Dairy Intolerance – What You Need To Know

Dairy Intolerance - what you need to know - A Free From Life

There is often confusion as to what you should avoid if you think you are intolerant to dairy. For some, the inability to digest lactose, a sugar found in milk, is the main cause of dairy intolerance. This causes symptoms such as stomach cramps, diarrhoea and bloating. For others, the main proteins found in cow’s milk, including casein, whey and albumin can cause a reaction.

Dairy Intolerance - what you need to know - A Free From Life
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Dairy intolerance should not be confused with cow’s milk allergy. In this case, even a trace amount of milk-containing products can cause an instant immune response and can lead to severe symptoms of wheezing, itching, vomiting or a rash.

When my son was a baby, it was clear that he could not tolerate milk. I won’t go in to details, but if I were to use the words ‘projectile’ and ‘explosion’ you might get the general idea. When it didn’t look as though it was something he was going to grow out of, I took action to find out what the problem might be.

I first took him off cow’s milk and tried goat’s milk instead. The symptoms reduced slightly, but they didn’t clear up, so I tried him on lactose free milk instead. This really helped, but it didn’t fully clear up the problem. That’s when I realised he needed to not only avoid lactose, but cow’s milk protein as well.

My son does not produce the enzyme, lactase, which is needed to digest lactose in the body. For him, even a small amount of lactose seems to cause a problem. Secondary to this, is his intolerance to cow’s milk and also to gluten and wheat.

Not all dairy intolerant individuals suffer to the same extent though. If you cannot tolerate lactose, you can buy a range of lactose free dairy products, which are basically cow’s milk with the lactase enzyme added. These products look, taste and behave in the same way that ordinary cow’s milk products do.

Others find they can tolerate a small amount of lactose and manage on lower lactose products such as those made with goat’s milk. Yoghurt contains live cultures that breakdown lactose to produce lactic acid. This gives the yoghurt it’s sour flavour, however, not all of the lactose is broken down, so whilst some individuals could tolerate a small amount of yoghurt, others would have to completely avoid.

The same goes with cheeses. Fermented, natural and aged cheeses such as Swiss, parmesan and blue cheese, typically contain trace amounts of lactose. Similarly, fresh, unripened cheese, such as ricotta and mozzarella contain low levels of lactose. Look at the amount of sugar or carbohydrate on the nutrition information. If it’s around 5 grams per serving or less, you may find you can tolerate small amounts.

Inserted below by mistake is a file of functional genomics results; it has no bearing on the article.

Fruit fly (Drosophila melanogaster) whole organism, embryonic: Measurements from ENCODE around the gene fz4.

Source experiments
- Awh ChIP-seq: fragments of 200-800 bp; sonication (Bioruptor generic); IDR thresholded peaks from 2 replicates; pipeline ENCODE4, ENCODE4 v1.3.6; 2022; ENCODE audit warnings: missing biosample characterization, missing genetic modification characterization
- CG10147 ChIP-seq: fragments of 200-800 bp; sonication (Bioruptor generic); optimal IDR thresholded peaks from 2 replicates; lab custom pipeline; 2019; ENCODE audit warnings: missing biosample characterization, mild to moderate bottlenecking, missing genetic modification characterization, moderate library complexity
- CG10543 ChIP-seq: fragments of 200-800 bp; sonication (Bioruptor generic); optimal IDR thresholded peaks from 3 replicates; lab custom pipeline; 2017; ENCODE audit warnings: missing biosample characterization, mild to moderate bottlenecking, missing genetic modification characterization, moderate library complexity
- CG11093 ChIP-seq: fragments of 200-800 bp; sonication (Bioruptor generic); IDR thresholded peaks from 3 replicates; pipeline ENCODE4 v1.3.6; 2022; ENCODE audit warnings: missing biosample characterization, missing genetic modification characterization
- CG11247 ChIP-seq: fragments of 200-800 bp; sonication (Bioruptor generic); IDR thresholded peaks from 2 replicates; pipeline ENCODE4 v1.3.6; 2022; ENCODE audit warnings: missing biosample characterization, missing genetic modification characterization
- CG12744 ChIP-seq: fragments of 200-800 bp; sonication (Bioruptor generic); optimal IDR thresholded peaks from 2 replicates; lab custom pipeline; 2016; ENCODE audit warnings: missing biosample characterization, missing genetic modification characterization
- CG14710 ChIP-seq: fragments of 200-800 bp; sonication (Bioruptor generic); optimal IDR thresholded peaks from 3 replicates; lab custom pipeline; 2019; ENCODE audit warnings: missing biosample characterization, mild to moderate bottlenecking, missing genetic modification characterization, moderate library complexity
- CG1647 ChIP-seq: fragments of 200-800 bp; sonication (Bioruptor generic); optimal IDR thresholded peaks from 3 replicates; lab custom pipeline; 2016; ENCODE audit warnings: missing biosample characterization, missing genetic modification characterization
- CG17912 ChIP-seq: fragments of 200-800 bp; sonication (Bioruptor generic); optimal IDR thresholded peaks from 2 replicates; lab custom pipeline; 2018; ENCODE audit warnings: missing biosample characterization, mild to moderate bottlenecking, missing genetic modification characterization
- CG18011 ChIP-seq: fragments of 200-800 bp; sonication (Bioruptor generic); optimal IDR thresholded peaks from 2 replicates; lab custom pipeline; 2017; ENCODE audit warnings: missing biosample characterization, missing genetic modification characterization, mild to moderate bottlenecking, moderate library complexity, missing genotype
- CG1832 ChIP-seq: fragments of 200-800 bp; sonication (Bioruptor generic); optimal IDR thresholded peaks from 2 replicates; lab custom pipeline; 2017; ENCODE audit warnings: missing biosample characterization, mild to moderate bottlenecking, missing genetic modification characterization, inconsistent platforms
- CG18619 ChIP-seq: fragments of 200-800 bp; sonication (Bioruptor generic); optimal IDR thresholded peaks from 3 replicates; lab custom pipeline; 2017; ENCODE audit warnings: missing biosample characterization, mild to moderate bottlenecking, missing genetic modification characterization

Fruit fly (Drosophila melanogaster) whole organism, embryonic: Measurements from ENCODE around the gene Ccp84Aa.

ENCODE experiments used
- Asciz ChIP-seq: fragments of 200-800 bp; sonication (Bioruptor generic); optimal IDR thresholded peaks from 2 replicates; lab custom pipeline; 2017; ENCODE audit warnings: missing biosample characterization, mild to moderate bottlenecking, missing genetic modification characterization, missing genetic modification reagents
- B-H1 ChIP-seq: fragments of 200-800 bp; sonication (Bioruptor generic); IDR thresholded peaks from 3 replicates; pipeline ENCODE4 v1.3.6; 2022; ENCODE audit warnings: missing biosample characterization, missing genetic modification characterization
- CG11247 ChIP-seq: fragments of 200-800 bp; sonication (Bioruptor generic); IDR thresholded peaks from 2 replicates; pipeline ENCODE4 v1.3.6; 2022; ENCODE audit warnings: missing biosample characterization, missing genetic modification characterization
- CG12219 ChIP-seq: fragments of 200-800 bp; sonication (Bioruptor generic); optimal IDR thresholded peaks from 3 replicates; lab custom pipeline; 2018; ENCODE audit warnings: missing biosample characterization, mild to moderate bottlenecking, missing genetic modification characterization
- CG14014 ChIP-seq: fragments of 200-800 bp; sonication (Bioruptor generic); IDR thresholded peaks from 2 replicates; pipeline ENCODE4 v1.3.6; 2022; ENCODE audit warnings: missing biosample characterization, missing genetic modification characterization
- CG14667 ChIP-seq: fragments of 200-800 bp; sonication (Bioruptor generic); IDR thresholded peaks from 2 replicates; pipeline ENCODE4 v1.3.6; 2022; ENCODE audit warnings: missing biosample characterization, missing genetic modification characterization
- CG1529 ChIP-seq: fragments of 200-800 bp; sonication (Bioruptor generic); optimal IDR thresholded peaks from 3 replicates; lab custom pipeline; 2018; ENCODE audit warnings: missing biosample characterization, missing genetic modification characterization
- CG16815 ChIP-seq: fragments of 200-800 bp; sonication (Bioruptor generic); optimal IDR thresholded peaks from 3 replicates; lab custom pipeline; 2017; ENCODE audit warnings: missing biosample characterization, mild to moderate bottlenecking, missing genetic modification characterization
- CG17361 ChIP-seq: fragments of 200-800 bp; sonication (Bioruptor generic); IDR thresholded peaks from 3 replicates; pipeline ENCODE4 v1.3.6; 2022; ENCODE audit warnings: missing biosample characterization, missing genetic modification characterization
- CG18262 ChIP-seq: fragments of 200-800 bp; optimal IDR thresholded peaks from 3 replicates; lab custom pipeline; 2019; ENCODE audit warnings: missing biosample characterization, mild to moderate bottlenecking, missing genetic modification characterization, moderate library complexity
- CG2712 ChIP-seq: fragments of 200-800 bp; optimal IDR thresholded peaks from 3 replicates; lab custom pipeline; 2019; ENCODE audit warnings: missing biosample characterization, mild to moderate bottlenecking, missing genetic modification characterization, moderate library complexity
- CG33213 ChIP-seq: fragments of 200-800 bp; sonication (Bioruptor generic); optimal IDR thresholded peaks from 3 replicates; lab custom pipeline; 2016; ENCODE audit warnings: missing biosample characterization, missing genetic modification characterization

Although many find their symptoms improve when staying off cow’s milk, it’s important to know that all milk produced by mammals contains lactose in varying degrees. Unfortunately goat’s milk also contains similar proteins to cow’s milk, so it is not necessarily an alternative option.

So what do you do if you think you need to avoid dairy?

First of all, consult your GP for advice. If he or she suspects a dairy intolerance, they will advise you of the best course of action. In the meantime, keep a food and symptoms diary as a record to take to your doctor. It will help to identify what foods may be causing you problems.

Remember that everybody is different and some can tolerate a small amount of lactose where others have to avoid completely. For some, even lactose free products, which may contain traces of lactose, are best avoided. You will get to know what you need to avoid to keep your symptoms clear.

If avoiding milk and dairy products completely, look at increasing the level of calcium-containing foods in your diet. This means including green leafy vegetables such as broccoli, spinach and kale, along with seafood and tinned fish, such as tuna, salmon and sardines. Fresh sardines, eaten along with the soft bones, is an excellent source of calcium.

Alternative sources of milk include almond, rice, oat and soya milk. Some varieties contain added calcium, but beware of other added ingredients such as sugars when considering an overall healthy diet. Oat milk is not necessarily made with gluten free oats, so should be avoided if you suffer with gluten sensitivities too.

Other foods that are fortified with calcium include breakfast cereals.

I cannot put hand on heart and say that I have found a non-dairy alternative to cheese that I like. Most are soya-based and have a strong flavour and unique taste all of their own, which I guess is an acquired taste, but not one that I have grown accustomed to. Violife, is slightly better and you can also melt it, although it reminds me of melted cheese slices in the way it sticks to the roof of your mouth. Dairy free foods, unfortunately, still have a long way to go.



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